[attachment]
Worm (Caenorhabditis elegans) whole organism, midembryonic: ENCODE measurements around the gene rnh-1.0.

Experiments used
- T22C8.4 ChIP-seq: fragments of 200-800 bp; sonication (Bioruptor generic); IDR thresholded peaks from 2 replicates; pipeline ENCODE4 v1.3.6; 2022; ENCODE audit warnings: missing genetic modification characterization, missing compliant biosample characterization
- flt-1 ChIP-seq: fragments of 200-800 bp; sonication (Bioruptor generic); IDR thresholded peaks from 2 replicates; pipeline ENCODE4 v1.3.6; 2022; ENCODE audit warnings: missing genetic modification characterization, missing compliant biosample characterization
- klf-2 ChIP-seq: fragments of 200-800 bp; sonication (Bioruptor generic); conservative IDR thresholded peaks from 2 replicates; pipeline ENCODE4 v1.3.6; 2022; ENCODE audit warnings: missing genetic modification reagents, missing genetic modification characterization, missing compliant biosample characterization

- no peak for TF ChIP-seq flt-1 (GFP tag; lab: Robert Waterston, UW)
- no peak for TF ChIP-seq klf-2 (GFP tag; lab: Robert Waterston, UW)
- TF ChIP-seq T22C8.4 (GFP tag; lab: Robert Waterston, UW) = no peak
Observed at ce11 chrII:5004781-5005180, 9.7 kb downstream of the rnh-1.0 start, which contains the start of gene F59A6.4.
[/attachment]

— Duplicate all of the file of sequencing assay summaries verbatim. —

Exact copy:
Worm (Caenorhabditis elegans) whole organism, midembryonic: ENCODE measurements around the gene rnh-1.0.

Experiments used
- T22C8.4 ChIP-seq: fragments of 200-800 bp; sonication (Bioruptor generic); IDR thresholded peaks from 2 replicates; pipeline ENCODE4 v1.3.6; 2022; ENCODE audit warnings: missing genetic modification characterization, missing compliant biosample characterization
- flt-1 ChIP-seq: fragments of 200-800 bp; sonication (Bioruptor generic); IDR thresholded peaks from 2 replicates; pipeline ENCODE4 v1.3.6; 2022; ENCODE audit warnings: missing genetic modification characterization, missing compliant biosample characterization
- klf-2 ChIP-seq: fragments of 200-800 bp; sonication (Bioruptor generic); conservative IDR thresholded peaks from 2 replicates; pipeline ENCODE4 v1.3.6; 2022; ENCODE audit warnings: missing genetic modification reagents, missing genetic modification characterization, missing compliant biosample characterization

- no peak for TF ChIP-seq flt-1 (GFP tag; lab: Robert Waterston, UW)
- no peak for TF ChIP-seq klf-2 (GFP tag; lab: Robert Waterston, UW)
- TF ChIP-seq T22C8.4 (GFP tag; lab: Robert Waterston, UW) = no peak
Observed at ce11 chrII:5004781-5005180, 9.7 kb downstream of the rnh-1.0 start, which contains the start of gene F59A6.4.